It is unclear the extent to which—if at all—Awlaki’s preachings inspired the brothers to commit terrorism. Indeed, whatever his role, it is likely only a small piece of a complicated, multilayered puzzle. In recent days, there has been speculation that another piece of that puzzle could be a man known simply as “Misha,” whom relatives of the brothers have said held sway over Tamerlan. “This person just took his brain,” Tsarnaev’s uncle, Ruslan Tsarni, told CNN. “He just brainwashed him completely.” Now, The Daily Beast has learned that federal law enforcement officials have identified Misha—although one source suggested it might be a less important part of the case than previously thought.

As for Awlaki, while we don’t know the extent of his influence on the brothers, we do know that there is a long trail of hardened terrorists who have acknowledged coming under his sway. Among them are Faisal Shahzad, the Pakistani-American who attempted to set off a car bomb in Times Square in May 2010, and Nidal Malik Hasan, the U.S. Army officer who killed 13 people in a shooting spree at Fort Hood in 2009. Hasan, it turned out, had been in extensive email contact with Awlaki in the months before the shooting, but no evidence ever emerged that Awlaki knew about his deadly intentions.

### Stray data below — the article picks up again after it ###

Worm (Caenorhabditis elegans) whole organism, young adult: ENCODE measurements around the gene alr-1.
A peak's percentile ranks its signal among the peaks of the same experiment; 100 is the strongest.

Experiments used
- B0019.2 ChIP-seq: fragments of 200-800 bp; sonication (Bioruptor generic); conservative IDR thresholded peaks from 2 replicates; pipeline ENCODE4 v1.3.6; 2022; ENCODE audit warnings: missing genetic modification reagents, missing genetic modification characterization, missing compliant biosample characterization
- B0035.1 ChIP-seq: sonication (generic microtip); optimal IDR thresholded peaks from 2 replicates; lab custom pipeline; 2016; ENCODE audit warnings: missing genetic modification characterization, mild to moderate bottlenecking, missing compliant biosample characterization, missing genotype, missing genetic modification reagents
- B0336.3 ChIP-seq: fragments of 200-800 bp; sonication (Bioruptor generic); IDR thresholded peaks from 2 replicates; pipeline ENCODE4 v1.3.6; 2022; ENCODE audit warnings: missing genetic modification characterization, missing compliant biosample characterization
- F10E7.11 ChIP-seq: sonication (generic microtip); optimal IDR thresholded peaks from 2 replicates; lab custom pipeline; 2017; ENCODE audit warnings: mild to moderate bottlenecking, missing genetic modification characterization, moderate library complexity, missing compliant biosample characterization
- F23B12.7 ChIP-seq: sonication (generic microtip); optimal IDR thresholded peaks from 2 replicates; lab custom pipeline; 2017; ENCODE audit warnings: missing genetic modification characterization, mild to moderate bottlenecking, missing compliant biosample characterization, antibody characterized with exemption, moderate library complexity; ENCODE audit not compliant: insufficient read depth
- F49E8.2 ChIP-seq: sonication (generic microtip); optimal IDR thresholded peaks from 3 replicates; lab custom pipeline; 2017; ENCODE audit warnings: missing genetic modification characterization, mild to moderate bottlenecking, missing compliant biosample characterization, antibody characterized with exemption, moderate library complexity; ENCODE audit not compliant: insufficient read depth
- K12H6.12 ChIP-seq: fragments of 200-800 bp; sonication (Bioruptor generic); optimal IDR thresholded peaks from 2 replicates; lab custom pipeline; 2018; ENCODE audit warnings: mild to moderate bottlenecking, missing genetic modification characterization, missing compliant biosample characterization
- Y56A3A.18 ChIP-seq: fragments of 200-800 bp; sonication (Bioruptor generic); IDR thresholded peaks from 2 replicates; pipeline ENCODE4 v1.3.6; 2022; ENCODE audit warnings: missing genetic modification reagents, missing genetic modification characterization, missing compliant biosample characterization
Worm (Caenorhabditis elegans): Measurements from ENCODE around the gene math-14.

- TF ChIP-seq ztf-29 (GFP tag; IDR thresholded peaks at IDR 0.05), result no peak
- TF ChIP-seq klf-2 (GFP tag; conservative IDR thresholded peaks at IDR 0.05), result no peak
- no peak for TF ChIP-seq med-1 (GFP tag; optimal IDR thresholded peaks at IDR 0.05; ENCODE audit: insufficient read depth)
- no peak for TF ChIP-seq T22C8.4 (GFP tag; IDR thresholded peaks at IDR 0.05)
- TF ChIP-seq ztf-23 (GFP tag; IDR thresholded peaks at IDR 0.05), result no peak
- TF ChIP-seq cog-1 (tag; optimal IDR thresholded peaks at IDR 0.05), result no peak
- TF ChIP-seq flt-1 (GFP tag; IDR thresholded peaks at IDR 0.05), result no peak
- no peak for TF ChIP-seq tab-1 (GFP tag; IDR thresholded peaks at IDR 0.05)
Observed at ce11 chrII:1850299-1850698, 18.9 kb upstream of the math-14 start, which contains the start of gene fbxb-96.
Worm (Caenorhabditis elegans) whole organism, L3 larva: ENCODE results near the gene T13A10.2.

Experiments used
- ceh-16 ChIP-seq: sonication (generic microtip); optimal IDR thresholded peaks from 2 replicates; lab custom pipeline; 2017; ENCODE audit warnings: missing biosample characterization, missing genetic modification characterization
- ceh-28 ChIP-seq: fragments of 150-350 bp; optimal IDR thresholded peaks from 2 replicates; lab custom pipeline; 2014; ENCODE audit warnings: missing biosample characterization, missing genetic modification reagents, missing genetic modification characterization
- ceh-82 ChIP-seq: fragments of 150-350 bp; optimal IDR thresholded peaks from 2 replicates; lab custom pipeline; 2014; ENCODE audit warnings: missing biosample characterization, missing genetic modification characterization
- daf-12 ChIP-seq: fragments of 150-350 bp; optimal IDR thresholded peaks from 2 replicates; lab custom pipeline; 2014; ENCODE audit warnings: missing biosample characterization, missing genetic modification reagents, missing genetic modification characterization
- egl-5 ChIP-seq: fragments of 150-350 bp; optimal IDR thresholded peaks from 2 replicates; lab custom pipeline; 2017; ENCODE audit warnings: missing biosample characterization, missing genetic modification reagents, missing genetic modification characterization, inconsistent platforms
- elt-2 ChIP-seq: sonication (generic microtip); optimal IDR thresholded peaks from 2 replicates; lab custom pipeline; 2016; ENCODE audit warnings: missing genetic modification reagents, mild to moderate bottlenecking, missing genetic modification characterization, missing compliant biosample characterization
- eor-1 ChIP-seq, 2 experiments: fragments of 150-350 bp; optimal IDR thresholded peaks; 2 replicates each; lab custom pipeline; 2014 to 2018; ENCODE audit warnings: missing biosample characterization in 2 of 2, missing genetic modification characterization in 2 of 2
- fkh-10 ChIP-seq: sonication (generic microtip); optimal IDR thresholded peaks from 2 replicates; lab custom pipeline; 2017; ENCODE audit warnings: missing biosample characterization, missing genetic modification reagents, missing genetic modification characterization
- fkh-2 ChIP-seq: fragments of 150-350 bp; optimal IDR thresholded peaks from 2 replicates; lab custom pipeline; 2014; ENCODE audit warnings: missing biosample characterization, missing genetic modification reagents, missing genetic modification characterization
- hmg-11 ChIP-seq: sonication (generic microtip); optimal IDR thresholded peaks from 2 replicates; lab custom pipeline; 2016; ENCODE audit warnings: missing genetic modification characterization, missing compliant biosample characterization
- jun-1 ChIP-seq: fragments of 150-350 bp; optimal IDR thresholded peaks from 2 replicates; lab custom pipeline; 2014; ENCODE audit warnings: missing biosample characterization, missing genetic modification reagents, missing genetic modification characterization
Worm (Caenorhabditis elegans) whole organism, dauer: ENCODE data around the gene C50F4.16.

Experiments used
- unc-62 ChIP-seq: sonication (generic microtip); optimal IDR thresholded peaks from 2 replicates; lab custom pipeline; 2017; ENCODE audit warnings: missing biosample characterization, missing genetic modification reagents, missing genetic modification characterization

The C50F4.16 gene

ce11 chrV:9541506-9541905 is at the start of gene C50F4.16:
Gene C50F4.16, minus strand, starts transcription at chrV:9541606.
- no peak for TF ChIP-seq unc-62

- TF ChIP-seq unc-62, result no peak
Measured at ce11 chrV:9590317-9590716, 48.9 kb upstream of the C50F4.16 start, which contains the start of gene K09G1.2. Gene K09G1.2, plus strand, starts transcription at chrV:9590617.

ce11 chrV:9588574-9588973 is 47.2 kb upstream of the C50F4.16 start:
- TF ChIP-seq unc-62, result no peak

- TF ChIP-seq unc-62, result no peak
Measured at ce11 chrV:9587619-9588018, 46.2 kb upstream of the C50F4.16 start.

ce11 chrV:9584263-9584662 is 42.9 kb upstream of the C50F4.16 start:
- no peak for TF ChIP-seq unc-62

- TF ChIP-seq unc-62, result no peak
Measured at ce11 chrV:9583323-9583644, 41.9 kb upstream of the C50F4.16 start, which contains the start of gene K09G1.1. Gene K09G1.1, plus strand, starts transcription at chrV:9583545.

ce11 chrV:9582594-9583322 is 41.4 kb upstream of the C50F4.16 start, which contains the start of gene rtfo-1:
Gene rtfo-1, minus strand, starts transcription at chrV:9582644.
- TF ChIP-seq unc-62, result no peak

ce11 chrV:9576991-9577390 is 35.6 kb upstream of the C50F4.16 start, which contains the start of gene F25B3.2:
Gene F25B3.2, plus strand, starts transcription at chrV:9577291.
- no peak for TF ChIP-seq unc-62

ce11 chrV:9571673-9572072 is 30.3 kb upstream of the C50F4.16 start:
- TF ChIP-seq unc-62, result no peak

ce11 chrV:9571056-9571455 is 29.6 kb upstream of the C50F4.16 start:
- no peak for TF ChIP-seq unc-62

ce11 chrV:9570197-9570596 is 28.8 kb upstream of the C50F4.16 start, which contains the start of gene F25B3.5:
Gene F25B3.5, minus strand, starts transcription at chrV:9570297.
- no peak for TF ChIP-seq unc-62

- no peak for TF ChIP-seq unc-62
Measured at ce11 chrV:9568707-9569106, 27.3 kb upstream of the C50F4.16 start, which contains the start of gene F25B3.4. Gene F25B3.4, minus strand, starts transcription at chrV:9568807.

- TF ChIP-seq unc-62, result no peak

That might have been the Yemeni connection discovered by the Saudis, but who would Tamerlan be trying to meet, if that was indeed his intention in going to Saudi Arabia? Awlaki was dead by that time for three months.  Perhaps Tamerlan knew of other contacts … and perhaps Dagestan was a less-conspicuous place to meet?

Update: Via Instapundit, DHS issues a denial to Jake Tapper of any knowledge of such a warning:


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Comment pages: 1 2

“The attacks on our consulant in Benghazi was a direct result of a YouTube video.”

Seven Percent Solution on May 1, 2013 at 4:04 PM

Some of us are doing our part but we need a lot more troops as they all seem to be rather hard of hearing.

VorDaj on May 1, 2013 at 6:58 PM

Well, one way to send a message is don’t turn their shows on for a few days.

bluefox on May 1, 2013 at 10:09 PM

Comment pages: 1 2